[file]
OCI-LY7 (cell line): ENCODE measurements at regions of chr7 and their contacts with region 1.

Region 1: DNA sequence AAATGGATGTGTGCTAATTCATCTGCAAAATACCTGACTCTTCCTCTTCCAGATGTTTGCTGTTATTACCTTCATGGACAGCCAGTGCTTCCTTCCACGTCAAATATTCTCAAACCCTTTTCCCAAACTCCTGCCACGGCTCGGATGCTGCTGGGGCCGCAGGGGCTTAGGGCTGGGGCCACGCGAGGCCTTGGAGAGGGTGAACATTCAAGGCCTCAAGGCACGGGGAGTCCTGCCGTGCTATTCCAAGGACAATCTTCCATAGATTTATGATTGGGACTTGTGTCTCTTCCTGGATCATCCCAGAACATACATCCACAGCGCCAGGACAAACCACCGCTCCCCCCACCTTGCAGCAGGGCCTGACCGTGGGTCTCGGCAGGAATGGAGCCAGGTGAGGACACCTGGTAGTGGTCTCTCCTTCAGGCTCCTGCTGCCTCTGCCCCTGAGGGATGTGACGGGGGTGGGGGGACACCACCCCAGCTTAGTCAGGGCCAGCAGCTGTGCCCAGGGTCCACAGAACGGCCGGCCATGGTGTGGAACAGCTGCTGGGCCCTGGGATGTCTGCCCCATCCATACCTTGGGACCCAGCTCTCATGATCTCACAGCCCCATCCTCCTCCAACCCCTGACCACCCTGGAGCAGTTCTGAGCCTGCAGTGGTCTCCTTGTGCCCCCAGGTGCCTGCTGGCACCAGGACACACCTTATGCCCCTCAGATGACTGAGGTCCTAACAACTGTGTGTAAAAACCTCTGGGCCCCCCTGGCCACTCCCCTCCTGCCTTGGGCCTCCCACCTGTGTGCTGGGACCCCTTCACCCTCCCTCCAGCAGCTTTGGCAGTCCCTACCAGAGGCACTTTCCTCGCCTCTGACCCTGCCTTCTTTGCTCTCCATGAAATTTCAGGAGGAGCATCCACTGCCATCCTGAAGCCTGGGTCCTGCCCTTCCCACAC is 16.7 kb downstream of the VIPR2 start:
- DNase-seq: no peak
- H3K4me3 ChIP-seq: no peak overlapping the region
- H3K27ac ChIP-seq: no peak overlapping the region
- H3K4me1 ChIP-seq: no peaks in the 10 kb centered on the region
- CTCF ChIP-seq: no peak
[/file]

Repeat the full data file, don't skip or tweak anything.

OCI-LY7 (cell line): ENCODE measurements at regions of chr7 and their contacts with region 1.

Region 1: DNA sequence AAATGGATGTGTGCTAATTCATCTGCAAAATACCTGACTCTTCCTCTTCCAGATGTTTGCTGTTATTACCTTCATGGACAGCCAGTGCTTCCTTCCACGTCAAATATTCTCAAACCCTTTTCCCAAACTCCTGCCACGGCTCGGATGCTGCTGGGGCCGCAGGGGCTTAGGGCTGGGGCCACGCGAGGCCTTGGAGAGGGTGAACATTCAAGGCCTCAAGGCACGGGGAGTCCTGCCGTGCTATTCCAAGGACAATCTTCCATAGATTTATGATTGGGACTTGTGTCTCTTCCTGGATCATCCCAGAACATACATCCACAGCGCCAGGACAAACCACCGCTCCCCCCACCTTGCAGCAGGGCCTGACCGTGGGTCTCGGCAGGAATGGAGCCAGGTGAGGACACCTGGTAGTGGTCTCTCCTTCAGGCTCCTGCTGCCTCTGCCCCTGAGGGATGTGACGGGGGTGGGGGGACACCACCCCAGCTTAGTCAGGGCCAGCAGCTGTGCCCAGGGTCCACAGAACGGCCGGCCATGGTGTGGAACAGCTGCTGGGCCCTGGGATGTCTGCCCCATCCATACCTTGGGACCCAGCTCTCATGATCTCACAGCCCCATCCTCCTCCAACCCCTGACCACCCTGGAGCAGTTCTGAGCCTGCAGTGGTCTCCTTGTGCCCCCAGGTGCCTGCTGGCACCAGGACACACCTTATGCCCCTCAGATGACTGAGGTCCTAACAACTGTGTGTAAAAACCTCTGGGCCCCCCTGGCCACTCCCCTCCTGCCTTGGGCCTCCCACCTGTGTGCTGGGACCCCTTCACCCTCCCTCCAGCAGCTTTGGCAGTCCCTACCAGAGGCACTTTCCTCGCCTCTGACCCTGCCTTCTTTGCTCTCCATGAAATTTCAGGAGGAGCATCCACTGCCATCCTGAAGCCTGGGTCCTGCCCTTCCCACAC is 16.7 kb downstream of the VIPR2 start:
- DNase-seq: no peak
- H3K4me3 ChIP-seq: no peak overlapping the region
- H3K27ac ChIP-seq: no peak overlapping the region
- H3K4me1 ChIP-seq: no peaks in the 10 kb centered on the region
- CTCF ChIP-seq: no peak